Search

Active search icon

Rapid Earth Fault Current Limiter Program (REFCL)

Program overview

How do REFCLs work? Watch our short video to learn more.

 

What we’re doing

We’re installing leading-edge technology across the electricity network to reduce the risk of powerline-related bushfires. The technology, known as Rapid Earth Fault Current Limiter (REFCL), is being installed in selected hazardous bushfire risk areas.

The Victorian Government mandated the REFCL initiative as part of the Powerline Bushfire Safety Program to improve safety across Victoria’s power network. Other work aimed at reducing the number of fires started by electricity assets includes:


  • Undergrounding, or covering of, powerlines in very high-fire risk areas,
  • More frequent inspections and maintenance of powerlines,
  • Increased vegetation management and clearing programs.

What is a REFCL?

A REFCL is a type of protection device that operates like a big safety switch in the electricity network. It was originally developed for its reliability benefits in Europe. In Victoria, however, it's being used to help reduce the risk of bushfires. Trials of the technology took place in 2014 and 2015 and REFCLs have been operating in some locations since 2017.

Where we’re doing it

We're installing REFCLs in 22 locations in outer Melbourne and across northern and eastern Victoria. REFCLs are already installed in 14 locations and are available to protect surrounding communities. It’s expected that all 22 locations will be completed by mid-2023.

The map below shows where we're installing REFCLs. 

Image of REFCL works in your area

For more information about REFCL works in your area, view - REFCL Lookup. Once operational, REFCLs will operate at their highest settings on Total Fire Ban and Code Red days during summer.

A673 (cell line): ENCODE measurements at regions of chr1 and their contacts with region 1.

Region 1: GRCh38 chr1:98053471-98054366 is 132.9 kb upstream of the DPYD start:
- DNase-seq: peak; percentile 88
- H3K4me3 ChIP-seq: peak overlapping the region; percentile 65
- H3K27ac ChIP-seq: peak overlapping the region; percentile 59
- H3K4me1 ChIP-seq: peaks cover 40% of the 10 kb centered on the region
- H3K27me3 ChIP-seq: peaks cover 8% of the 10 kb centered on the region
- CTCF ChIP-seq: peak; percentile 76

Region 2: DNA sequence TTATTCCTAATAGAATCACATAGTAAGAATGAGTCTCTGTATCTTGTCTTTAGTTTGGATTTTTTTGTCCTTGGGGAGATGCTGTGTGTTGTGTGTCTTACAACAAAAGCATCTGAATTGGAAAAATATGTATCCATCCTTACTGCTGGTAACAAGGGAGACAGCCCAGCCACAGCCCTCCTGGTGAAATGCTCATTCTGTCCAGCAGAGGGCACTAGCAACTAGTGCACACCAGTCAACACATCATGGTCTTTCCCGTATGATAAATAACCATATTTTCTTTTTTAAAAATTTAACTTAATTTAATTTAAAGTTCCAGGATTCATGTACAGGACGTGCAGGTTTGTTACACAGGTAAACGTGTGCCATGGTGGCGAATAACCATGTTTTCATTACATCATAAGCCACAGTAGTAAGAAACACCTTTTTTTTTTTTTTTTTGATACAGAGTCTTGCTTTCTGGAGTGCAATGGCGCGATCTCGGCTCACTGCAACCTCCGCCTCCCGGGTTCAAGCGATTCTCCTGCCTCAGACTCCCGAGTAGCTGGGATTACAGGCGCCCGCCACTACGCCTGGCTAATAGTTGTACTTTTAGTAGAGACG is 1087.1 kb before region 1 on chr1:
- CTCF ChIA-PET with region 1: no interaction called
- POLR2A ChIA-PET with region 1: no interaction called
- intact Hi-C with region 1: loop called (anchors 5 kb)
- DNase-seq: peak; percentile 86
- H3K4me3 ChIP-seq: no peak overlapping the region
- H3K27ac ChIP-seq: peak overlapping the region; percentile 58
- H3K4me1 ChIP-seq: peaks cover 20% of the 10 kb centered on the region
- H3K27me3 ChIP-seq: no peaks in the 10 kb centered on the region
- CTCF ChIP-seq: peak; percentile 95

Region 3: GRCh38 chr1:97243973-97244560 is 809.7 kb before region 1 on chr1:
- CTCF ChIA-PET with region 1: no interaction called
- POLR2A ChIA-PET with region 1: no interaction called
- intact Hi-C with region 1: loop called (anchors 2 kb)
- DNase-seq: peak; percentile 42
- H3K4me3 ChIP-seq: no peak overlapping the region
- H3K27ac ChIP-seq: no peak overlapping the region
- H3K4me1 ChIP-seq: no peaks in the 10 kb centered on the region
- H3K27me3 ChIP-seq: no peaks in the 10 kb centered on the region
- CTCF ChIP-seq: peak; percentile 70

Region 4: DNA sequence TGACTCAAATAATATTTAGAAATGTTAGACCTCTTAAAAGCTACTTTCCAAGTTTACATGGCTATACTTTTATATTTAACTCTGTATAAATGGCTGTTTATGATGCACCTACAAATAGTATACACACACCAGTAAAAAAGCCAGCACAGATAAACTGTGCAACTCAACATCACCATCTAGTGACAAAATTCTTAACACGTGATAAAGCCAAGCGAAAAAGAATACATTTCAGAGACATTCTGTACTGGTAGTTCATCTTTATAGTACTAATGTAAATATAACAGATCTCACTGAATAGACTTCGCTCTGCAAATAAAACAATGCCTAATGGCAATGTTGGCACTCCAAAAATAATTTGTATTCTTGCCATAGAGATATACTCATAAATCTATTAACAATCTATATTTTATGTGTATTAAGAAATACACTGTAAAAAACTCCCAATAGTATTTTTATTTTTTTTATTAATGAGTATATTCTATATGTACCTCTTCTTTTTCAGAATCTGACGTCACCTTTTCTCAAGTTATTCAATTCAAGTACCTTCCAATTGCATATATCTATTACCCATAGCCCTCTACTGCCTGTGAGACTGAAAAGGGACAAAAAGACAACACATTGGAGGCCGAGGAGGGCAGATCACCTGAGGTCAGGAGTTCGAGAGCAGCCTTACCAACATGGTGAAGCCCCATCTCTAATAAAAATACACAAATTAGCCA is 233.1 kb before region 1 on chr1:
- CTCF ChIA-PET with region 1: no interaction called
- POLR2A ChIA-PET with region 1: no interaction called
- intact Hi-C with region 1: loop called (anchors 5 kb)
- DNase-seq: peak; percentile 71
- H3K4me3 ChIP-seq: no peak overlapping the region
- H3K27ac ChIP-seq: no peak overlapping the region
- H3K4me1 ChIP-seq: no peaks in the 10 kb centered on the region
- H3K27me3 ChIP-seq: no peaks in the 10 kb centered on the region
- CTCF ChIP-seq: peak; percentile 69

What does it mean for the community?

This new technology is designed to reduce bushfire risk across the network. We may need to temporarily cut power to safely install and test the technology, at certain locations. We'll notify customers in advance of any planned outages. You can keep up to date through our Outage Tracker, and via SMS if we have your mobile number.

Once the technology is installed, the devices will undergo testing. During this phase, there is a small possibility of unplanned power interruptions. When REFCLs are operating, customers might experience more outages on Total Fire Ban days or Code Red days. On these days, the technology will shut down sections of the network where an earth fault is detected to reduce the risk of the fault causing a fire. Crews will be on standby to fix faults as quickly as possible.
 

How does a REFCL work?

As the name suggests, the Rapid Earth Fault Current Limiter (REFCL) limits the amount of energy released when an earth fault occurs on a powerline. An earth fault occurs when a connection is made between a powerline and the ground. This could happen due to a fallen powerline, a tree falling against a powerline, or wildlife touching the pole and powerline at the same time. When a fault occurs, a REFCL detects and significantly limits the energy flow within a tenth of a second. This reduces the possibility of a fire being started, or of a nearby person or animal receiving an electric shock.

Customers will not be affected if the fault can fix itself quickly (e.g. a tree branch touched the power line then fell away). Without a REFCL, these faults can cut power for several minutes, lead to fires, or even property damage. If the fault remains (e.g. a tree falls on a line, or a car hits a power pole) then all power will be cut around the fault area.

 

Image of Rapid Earth Fault Current Limiter Program process

 

If you have any other questions about this program, please contact us on 1300 360 795 or customersupport@ausnetservices.com.au

Impacts of REFCLs for High Voltage (HV) customers

The REFCL operates on the 22 kV electricity distribution network, which supplies electricity to High Voltage (HV) customers. If HV customers do not make changes to protect their electrical assets before REFCLs become operational,  their HV electrical assets may fail.

A revision was made to the Electricity Distribution Code in 2018 by the Essential Service Commission which requires HV customers to undertake works, at their own expense, to withstand REFCL operations. For more information, download our HV Customer Solutions factsheet (PDF, 520 KB) and HV Customer Policy for REFCL Protected Networks (PDF, 307 KB).

If you have any questions about HV customer-related matters, please email us at: HVcustomers@ausnetservices.com.au.